The question remains, why do the causes of youth restiveness have such a strong hold on educational development in the Niger Delta? As the literature reviewed in this study suggests, the component parts of youth restiveness—academic background, socio-economic and gender feed into the desire and ability of a people to pursue both basic and more advanced education (Uriah et al., 2014; Ololube, 2013; Ololube et al., 2013).
The connections between youth restiveness and educational development inform us that it is not simply enough to offer amnesty to ex-militants. In order to ensure that the youths have the opportunity to succeed, live in a secure society, participate in governance, Nigeria must first remove the obstacles that prevent them from experiencing decent and dignified standard of living. Obstacles like education underdevelopment, gender issues, poverty, hunger, disease, insecurity, and socio-economic and political inequalities have to be addressed. The importance of removing these obstacles is heightened when we realize that the youths are key to national development, therefore, should not be marginalized and oppressed (Uriah et al., 2014; Okaba, 2005; Aghalino, 2012).
Fostering educational development (and eliminating educational underdevelopment) in Rivers State is not an easy task, particularly, considering the continuous increase in youth restiveness, which is as a result of their withdrawal from school systems, and their absence from any form of formal education. Nonetheless, there are a number of steps that can be taken in the direction of fostering educational development. Nigerians must work with their government to instill both a sense and system of accountability for state and corporate bodies to ensure that those companies presently in the region, as well as those likely to enter the region in the future, can be held accountable for their actions, including the effects of oil exploration and drilling on the physical environment of the region (Aigbokhan, 2000; Uriah et al., 2014).
It is also important that Nigerians adopt and advance the language of peace, mutual respect and development, which is a universal remedy for educational advancement of the state and the nation at large. The more the language and terminology of youth restiveness becomes an accepted norm the less likely it is that states and federal government in Nigeria will be able to get away with violations of cultural values.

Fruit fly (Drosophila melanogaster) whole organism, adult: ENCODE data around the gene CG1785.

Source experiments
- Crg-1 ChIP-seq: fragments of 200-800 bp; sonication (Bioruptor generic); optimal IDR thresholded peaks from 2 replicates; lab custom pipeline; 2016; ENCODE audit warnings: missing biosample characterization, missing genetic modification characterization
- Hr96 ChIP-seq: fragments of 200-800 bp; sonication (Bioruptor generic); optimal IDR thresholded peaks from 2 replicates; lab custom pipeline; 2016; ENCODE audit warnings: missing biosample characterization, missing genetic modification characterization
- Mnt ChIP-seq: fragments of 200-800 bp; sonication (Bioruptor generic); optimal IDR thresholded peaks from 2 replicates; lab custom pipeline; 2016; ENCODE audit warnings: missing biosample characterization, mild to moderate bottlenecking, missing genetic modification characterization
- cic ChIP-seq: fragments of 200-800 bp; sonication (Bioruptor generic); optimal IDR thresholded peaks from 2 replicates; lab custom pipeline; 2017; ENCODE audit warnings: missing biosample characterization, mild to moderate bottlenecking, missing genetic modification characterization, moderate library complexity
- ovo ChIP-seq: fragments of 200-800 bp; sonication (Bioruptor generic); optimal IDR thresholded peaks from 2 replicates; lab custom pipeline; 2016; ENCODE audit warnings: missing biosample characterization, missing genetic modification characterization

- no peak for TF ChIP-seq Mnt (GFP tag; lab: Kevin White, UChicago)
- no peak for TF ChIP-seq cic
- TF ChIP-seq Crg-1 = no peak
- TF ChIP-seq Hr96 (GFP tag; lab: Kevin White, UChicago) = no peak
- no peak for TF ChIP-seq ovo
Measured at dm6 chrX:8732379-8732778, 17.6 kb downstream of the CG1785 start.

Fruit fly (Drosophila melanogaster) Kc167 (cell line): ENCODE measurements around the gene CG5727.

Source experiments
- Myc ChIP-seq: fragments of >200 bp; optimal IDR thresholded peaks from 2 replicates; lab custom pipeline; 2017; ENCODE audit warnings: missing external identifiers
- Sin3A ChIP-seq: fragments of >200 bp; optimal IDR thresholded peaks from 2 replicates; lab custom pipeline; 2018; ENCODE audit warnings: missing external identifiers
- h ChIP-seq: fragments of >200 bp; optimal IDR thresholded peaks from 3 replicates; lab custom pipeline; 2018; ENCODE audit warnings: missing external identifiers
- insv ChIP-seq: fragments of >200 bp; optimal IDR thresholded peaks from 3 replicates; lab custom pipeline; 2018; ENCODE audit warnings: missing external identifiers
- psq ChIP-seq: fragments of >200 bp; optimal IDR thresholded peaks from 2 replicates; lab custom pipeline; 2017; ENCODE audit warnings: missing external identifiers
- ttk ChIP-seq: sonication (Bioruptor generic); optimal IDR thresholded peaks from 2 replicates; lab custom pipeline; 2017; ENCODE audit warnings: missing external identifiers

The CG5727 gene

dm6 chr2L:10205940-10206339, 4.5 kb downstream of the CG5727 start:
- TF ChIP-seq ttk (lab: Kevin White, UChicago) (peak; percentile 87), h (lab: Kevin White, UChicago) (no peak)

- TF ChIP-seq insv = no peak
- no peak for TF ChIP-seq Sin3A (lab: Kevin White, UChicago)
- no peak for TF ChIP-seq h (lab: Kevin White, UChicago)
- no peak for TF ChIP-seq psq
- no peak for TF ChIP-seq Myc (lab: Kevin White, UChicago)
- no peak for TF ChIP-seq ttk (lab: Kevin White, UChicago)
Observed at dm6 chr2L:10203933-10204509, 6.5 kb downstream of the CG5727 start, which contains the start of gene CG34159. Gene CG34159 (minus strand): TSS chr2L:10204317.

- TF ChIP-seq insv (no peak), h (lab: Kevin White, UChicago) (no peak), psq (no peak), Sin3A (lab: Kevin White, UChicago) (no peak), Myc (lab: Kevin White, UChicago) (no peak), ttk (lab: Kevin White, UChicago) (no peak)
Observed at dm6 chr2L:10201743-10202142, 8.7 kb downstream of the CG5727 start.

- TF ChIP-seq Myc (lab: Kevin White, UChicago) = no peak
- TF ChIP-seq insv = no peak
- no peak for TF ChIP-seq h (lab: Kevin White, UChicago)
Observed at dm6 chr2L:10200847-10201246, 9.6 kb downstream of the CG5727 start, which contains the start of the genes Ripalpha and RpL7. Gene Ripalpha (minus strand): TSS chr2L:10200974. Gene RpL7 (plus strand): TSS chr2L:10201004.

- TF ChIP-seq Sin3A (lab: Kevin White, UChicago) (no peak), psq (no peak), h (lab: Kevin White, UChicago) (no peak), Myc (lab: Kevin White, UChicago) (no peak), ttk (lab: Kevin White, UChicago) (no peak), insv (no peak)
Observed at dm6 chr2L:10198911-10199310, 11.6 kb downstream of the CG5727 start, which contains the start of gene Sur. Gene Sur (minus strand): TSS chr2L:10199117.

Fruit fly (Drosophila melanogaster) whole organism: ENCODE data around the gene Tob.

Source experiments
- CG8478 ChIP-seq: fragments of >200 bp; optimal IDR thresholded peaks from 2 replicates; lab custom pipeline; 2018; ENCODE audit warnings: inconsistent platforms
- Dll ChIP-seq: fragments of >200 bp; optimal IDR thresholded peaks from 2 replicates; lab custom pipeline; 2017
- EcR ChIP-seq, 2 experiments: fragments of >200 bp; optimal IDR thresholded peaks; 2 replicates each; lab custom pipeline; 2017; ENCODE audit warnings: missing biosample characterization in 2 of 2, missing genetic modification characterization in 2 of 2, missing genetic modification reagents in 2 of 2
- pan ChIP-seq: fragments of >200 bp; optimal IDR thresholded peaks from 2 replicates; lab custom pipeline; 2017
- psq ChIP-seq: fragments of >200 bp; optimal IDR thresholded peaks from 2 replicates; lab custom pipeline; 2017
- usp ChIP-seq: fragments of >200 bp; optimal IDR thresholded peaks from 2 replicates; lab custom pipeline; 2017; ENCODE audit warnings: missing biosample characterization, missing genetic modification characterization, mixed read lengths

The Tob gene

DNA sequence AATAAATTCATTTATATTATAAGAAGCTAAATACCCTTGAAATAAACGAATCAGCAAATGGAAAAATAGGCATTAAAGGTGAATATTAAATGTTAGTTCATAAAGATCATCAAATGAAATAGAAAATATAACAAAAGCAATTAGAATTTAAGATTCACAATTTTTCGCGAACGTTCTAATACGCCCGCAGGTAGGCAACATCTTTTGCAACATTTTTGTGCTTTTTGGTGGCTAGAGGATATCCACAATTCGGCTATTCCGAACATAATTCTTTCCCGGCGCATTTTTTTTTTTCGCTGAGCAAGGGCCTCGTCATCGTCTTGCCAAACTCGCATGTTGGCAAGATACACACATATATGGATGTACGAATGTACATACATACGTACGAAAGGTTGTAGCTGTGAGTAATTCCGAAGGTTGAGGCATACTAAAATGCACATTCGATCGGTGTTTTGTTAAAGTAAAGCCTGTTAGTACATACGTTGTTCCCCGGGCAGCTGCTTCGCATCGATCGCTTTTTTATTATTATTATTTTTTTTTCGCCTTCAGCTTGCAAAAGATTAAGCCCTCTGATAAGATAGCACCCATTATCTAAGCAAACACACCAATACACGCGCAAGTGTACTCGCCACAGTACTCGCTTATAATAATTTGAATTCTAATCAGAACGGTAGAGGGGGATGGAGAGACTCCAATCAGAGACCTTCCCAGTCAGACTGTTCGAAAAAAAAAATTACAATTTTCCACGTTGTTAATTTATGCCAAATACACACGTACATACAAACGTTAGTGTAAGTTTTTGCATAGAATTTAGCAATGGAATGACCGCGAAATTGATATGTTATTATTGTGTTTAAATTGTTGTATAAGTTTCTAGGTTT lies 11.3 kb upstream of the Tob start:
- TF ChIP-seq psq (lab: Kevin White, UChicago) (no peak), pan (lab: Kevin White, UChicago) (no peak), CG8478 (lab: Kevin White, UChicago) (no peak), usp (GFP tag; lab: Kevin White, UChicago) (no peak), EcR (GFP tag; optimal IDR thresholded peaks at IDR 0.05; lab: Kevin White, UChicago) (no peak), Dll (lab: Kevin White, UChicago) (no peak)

Finally, it is imperative to continue to stress to all levels of government, the connections between youth restiveness and education and the connections between education and national development. If governments can come to appreciate that the underdevelopment of Rivers State leads to the underdevelopment of the nation and that the underdevelopment of the nation cannot be remedied in an insecure environment. Thus, government should begin to work towards the eradication of educational inequalities among citizens, issues of gender disparity, and socio-economic inequalities (Annan, 2000a, b; Ololube et al., 2012).
In realization of the findings of this study, it is obvious that for Rivers State to flourish and grow educationally, and for our democracy to sustain liberty and justice, the next generation of Nigerian citizens must acquire the knowledge, skills, abilities and commitments needed to grow the economy of the state. In this paradigm, knowledge and socio-economic equality are regarded as the key to the sustainable development of economies as well as the individuals who live in the nation. Thus, this research has identified academic background, socio-economic status and gender issues as the causes of youth restiveness, which in turn are major factors that has impeded educational development in Rivers State.